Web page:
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HBWRL


HBWRL SEASON 6 FINAL STANDINGS
AND LEAGUE LEADERS

W L GB PCT. RS RA PYTH
Minneapolis Reps 11 7 -- .611 69 47 12-6
Silicon Valley Chips 10 8 1 .556 58 63 9-9
James Maids 8 10 3 .444 44 54 7-11
Broome Stickpins 7 11 4 .389 48 55 7-11

World Series: Reps 4, Chips 3.
INDIVIDUAL LEADERS


Batting


BATTING AVERAGE
1. Frank Robinson, Maids .473
2. Carl Yastrzemski, Maids .394
3. Tris Speaker, Reps .386
4. Ty Cobb, Chips .385
5. Joe Jackson, Stickpins .377

SLUGGING PERCENTAGE
1. F. Robinson .568
2. J. Jackson .478
tie Al Simmons, Reps .478
4. Cobb .462
tie Rogers Hornsby, Stickpins .462

MVP: F. Robinson
HOMERUNS: Simmons, Mike Schmidt, Chips; 3 each
RUNS SCORED: Joe Morgan, Maids, 14
RBI: Richie Allen, Reps, 13 (last 4 RBI titles won by Allen or Stan Musial)
DOUBLES: Cobb, 6
STOLEN BASES: Cobb, Eddie Collins, Reps; 11 each


Pitching


EARNED RUN AVERAGE (ERA), Min. 3 Games Started
1. Walter Johnson, Reps 1.13 (top 2 in ERA, three straight seasons)
2. Steve Carlton, Maids 1.51
3. Ed Reulbach, Stickpins 1.96

HITS/INNINGS PITCHED (H/IP), Min. 6 IP
1. Cy Young, Reps 0.44
2. Chief Bender, Reps 0.83
tie Rube Waddell, Reps 0.83
4. Hippo Vaughn, Reps 0.86
5. Reulbach 1.00 tie Rollie Fingers, Maids 1.00

WINS: Johnson, 4 (led league in wins, back-to-back seasons)
SAVES: Pete Alexander, Stickpins; Bob Gibson, Chips; 2 each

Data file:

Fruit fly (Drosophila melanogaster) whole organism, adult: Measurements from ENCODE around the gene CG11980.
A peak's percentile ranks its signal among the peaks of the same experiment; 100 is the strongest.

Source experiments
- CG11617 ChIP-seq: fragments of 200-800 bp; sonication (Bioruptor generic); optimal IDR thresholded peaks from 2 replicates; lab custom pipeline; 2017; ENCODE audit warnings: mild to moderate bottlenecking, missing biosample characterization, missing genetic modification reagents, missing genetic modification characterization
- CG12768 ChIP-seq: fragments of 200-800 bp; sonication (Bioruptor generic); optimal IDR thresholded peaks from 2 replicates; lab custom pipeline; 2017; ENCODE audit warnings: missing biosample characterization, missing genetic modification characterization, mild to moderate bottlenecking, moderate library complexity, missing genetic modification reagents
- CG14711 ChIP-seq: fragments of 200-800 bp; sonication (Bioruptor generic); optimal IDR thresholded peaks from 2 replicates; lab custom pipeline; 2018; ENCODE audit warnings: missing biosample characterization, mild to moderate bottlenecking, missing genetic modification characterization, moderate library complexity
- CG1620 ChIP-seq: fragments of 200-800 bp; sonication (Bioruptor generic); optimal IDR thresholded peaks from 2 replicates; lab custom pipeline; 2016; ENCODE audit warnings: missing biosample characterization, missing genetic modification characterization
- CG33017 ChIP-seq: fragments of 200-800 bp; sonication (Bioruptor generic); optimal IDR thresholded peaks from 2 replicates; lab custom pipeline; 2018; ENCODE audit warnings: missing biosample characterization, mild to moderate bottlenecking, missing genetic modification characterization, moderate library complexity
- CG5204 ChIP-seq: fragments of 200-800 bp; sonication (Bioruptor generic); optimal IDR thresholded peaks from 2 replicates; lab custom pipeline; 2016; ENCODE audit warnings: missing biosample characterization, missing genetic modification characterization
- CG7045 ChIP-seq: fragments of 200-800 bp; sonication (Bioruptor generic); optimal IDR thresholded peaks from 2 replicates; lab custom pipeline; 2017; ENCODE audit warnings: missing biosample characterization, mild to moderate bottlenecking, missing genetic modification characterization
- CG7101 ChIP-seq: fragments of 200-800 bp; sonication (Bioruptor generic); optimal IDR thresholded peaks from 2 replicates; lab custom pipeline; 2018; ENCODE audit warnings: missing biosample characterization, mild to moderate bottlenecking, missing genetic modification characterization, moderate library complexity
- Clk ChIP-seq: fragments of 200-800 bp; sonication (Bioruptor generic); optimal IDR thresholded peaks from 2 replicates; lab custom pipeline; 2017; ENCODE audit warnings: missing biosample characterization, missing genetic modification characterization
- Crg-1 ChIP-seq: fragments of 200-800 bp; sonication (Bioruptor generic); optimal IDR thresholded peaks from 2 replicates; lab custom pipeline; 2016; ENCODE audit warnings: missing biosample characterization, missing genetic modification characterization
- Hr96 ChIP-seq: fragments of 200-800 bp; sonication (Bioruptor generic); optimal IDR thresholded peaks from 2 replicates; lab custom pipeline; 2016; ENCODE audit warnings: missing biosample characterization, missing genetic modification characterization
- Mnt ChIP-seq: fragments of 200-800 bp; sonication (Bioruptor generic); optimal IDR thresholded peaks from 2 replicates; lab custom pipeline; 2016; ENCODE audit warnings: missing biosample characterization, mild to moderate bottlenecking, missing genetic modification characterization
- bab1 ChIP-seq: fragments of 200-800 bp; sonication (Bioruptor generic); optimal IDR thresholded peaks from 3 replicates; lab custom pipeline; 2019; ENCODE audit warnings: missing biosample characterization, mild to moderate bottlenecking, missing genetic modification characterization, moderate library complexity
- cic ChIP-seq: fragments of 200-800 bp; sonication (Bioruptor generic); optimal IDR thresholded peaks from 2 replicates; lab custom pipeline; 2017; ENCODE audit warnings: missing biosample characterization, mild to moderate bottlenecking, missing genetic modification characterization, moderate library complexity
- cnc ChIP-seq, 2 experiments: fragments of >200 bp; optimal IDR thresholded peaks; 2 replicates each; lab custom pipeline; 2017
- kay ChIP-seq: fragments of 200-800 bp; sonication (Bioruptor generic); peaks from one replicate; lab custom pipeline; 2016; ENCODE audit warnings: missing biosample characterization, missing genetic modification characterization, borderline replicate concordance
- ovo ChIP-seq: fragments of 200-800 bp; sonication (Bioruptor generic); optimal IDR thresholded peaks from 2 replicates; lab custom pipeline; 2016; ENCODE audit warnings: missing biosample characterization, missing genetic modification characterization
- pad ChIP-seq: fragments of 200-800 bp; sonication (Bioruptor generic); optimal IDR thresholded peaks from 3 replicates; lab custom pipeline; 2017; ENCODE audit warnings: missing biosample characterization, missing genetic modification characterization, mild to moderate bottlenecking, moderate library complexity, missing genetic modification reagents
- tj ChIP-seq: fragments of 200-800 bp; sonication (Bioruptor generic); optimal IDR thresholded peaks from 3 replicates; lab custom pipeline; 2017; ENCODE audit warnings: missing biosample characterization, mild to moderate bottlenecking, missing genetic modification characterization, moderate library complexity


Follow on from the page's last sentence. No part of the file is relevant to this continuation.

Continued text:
STRIKEOUTS: Carlton, 42

TEAM STATISTICS

Batting


BATTING AVERAGE
1. Reps .340
2. Stickpins .318
3. Maids .285
4. Chips .281 (worst batting average ever for a team)

SLUGGING PERCENTAGE
1. Reps .385
2. Stickpins .372
3. Chips .345
4. Maids .316 (worst slugging percentage ever for a team)

Pitching


EARNED RUN AVERAGE (ERA)
1. Reps 2.39
2. Stickpins 2.40
3. Maids 2.69
4. Chips 3.27

HITS/INNINGS PITCHED (H/IP)
1. Stickpins 1.12
tie Reps 1.12
3. Maids 1.16
4. Chips 1.40

SEASON SUMMARY:

The Reps started 8-0 to have, combined with wins in the final two games of the Season 5 World Series, a 10 game winning streak, the longest ever by a team. They then struggled, winning just 3 of their last 11 games. They hung on to win the regular season by one game over the Chips, who overcame subpar hitting and pitching to make their 3rd consecutive World Series appearance. In this year of speed and defense, the Chips posted a last place ERA (3.27) that would have made any team proud in most years. They also benefited from Cobb's relentless base stealing and clutch hitting down the stretch from 2nd place hitter Jackie Robinson.

The league hit just .306, an all-time low, and also posted an all-time low ERA of 2.69. Collins and Cobb shattered the stolen base record with 11 each, and both the Chips and Maids posted batting averages under .300. It was the only year in which there were more stolen bases (44) than homers (30). In fact, the highest team slugging percentage in the league (.385) did not exceed the Season 3 Stickpins' batting average (.409). Needless to say, it was not a good year for hitters.

This was the final season of the Stickpins' six year existence. They never won a championship, never finished 1st, never won fewer than 8 games, and never finished last-the symbol of mediocrity-until this season. Just 7 victories and a last place finish led to the end of the Stickpins and the arrival of J. Karas. Karas, to put it mildly, would put a new face on the HBWRL in years to come.

The Chips took three of the first five games of a hotly contested World Series, but Rube Waddell again came through for the Reps in Game 6. Waddell, who allowed just 1 run in 6 innings during the regular season, posted another excellent postseason start. Reps ace Walter Johnson bested rival Juan Marichal in Game 7 to give the Reps back-to-back championships for the second time.